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statics in member functions

P: n/a
Hi,

It may be quite a silly question but I'm a bit in a doubt;)

Say:

class A
{
void f();
....
};

void A::f()
{
static int i = 1;
....
i = something_complex_calculation_with_unpredictable_r esult();
}

Some other place:

void ff()
{
....
A* pa = new A;
....
pa->f();
....
delete pa;
....
}

Q: The value of i persists between calls of ff(), doesn't it?
Does the Standard require it?
Jul 27 '05 #1
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4 Replies


P: n/a


Serge Skorokhodov (216716244) wrote:
Hi,

It may be quite a silly question but I'm a bit in a doubt;)

Say:

class A
{
void f();
...
};

void A::f()
{
static int i = 1;
...
i = something_complex_calculation_with_unpredictable_r esult();
}

Some other place:

void ff()
{
...
A* pa = new A;
...
pa->f();
...
delete pa;
...
}

Q: The value of i persists between calls of ff(), doesn't it?
Does the Standard require it?


Yes. The fact that i is declared in a class method instead of a global
function changes nothing about its behavior.

Greg

Jul 27 '05 #2

P: n/a
Ram
> Yes. The fact that i is declared in a class method instead of a global
function changes nothing about its behavior.


A further question on this. Local static variables inside class member
functions are instantiated per object or per class? g++ (2.96)
instantiates it per class i.e. if I say

A a1, a2;
a1.ff();
a2.ff();

I found that the value persists between the two calls. Is this also
required by the standard?

Ramashish

Jul 27 '05 #3

P: n/a


Ram wrote:
Yes. The fact that i is declared in a class method instead of a global
function changes nothing about its behavior.


A further question on this. Local static variables inside class member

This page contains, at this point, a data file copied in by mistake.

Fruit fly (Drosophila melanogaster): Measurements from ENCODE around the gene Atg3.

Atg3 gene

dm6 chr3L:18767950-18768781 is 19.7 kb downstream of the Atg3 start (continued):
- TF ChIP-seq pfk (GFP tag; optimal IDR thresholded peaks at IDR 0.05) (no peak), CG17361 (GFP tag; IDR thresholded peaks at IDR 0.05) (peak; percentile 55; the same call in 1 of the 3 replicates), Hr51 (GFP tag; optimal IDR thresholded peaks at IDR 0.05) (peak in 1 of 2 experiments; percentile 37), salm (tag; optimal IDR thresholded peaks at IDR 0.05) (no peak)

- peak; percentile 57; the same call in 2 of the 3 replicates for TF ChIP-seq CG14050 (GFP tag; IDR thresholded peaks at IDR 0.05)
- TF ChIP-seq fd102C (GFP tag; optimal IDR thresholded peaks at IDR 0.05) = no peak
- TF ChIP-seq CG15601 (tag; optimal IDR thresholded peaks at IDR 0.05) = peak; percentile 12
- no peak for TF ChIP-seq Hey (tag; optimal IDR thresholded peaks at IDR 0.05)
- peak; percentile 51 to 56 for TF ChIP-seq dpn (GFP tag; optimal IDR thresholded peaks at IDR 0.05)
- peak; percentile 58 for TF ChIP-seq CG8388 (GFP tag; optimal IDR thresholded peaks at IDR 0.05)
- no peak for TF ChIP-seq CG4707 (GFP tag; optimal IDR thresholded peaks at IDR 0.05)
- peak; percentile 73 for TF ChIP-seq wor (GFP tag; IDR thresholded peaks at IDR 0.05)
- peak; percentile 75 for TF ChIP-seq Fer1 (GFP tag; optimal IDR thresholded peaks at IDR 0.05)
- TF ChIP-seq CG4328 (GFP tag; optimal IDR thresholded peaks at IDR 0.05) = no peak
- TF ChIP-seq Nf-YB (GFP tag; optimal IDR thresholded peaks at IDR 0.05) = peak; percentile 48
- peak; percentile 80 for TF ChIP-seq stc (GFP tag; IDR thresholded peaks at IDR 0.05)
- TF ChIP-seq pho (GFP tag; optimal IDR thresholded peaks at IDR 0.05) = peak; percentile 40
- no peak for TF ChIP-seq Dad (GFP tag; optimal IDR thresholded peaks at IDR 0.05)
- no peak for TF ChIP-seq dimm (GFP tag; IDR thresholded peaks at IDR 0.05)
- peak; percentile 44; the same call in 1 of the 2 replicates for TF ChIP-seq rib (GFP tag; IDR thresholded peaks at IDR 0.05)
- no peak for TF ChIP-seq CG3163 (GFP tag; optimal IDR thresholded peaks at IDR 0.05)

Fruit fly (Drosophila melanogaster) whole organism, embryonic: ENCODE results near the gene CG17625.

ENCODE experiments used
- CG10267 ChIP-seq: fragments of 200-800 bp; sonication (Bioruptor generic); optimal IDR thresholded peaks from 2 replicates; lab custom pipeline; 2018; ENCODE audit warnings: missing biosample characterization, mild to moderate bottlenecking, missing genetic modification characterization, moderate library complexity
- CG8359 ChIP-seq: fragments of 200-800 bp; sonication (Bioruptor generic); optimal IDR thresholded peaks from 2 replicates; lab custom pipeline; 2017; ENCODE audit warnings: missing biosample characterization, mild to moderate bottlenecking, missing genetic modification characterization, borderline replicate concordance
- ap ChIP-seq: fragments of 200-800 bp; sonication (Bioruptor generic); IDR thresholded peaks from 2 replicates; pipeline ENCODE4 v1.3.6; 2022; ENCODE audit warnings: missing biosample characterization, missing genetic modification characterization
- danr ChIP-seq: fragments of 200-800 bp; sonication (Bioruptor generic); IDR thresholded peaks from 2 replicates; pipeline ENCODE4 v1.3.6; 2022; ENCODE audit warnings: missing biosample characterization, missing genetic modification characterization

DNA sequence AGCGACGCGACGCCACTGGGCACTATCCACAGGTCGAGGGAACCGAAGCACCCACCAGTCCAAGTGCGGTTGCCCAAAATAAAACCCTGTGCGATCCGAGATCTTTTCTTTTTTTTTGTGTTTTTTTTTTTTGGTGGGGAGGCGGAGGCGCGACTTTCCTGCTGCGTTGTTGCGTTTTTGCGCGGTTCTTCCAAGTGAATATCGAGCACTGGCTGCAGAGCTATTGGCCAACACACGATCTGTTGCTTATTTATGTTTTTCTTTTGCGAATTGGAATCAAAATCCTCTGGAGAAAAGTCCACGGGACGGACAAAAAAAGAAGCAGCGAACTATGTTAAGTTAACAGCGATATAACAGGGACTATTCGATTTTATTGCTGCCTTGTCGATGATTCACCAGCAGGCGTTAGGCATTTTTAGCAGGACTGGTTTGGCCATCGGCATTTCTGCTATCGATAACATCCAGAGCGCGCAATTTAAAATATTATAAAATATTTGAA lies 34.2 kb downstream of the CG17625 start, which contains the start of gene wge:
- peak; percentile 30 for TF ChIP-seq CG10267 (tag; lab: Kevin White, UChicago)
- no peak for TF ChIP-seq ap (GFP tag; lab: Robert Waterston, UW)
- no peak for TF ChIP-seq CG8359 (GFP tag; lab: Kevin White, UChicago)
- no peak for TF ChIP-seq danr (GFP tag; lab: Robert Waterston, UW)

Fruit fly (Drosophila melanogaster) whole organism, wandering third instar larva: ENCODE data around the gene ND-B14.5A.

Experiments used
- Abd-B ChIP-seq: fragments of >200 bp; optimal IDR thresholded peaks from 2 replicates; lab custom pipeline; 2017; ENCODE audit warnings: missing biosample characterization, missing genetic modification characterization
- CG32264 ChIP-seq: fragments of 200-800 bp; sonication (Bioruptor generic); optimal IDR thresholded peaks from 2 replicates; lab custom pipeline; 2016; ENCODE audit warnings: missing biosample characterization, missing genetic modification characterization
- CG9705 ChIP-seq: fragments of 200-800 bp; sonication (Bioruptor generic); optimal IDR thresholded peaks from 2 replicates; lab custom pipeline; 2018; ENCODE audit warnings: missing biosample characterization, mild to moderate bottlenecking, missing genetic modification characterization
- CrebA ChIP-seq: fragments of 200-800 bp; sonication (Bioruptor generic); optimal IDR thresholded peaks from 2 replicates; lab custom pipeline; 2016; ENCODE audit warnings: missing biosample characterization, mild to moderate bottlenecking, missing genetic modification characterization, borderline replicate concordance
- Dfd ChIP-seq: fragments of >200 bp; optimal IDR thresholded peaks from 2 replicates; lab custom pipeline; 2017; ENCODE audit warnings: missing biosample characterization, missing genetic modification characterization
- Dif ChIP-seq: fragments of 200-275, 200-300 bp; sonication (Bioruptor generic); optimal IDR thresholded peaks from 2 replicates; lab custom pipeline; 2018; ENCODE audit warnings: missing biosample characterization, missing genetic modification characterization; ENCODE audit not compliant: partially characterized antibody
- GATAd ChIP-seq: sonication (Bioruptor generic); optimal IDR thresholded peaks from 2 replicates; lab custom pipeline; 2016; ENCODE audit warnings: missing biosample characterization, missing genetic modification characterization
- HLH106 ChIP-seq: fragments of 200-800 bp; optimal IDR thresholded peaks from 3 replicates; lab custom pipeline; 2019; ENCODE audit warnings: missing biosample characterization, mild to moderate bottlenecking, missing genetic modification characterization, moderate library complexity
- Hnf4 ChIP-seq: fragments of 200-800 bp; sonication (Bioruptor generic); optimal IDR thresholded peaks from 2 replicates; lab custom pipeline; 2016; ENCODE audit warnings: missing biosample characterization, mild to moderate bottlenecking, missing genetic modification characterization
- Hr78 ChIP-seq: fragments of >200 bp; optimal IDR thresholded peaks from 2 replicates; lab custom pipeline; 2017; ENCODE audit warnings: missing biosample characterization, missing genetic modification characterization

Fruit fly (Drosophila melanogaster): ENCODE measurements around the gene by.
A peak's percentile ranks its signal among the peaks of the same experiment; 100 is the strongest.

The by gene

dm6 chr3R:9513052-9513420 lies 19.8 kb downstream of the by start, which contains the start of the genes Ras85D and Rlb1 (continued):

functions are instantiated per object or per class? g++ (2.96)
instantiates it per class i.e. if I say

A a1, a2;
a1.ff();
a2.ff();

I found that the value persists between the two calls. Is this also
required by the standard?

Ramashish


they are instantiated per class (first time the method is call,
regardless of the instantiated number of objects of that type). If you
want it to be instantiated on a per object basis, make the variable a
class level, member variable not a static variable inside the method.

class A
{
private:
int m_var; // instantiated per object

public:
A():m_var(0){}

void f()
{
static int x = some_function_returning_an_int(); // instantiated
per class
}
};
/dan

Jul 27 '05 #4

P: n/a
On Wed, 27 Jul 2005 04:01:01 -0700, Ram wrote:
Yes. The fact that i is declared in a class method instead of a global
function changes nothing about its behavior.


A further question on this. Local static variables inside class member
functions are instantiated per object or per class? g++ (2.96)
instantiates it per class i.e. if I say

A a1, a2;
a1.ff();
a2.ff();

I found that the value persists between the two calls. Is this also
required by the standard?


Neither. The variable is instantiated the first time the function is
called, and it persists through subsequent calls to that function. It has
nothing to do with objects or classes.

- Jay
Jul 27 '05 #5

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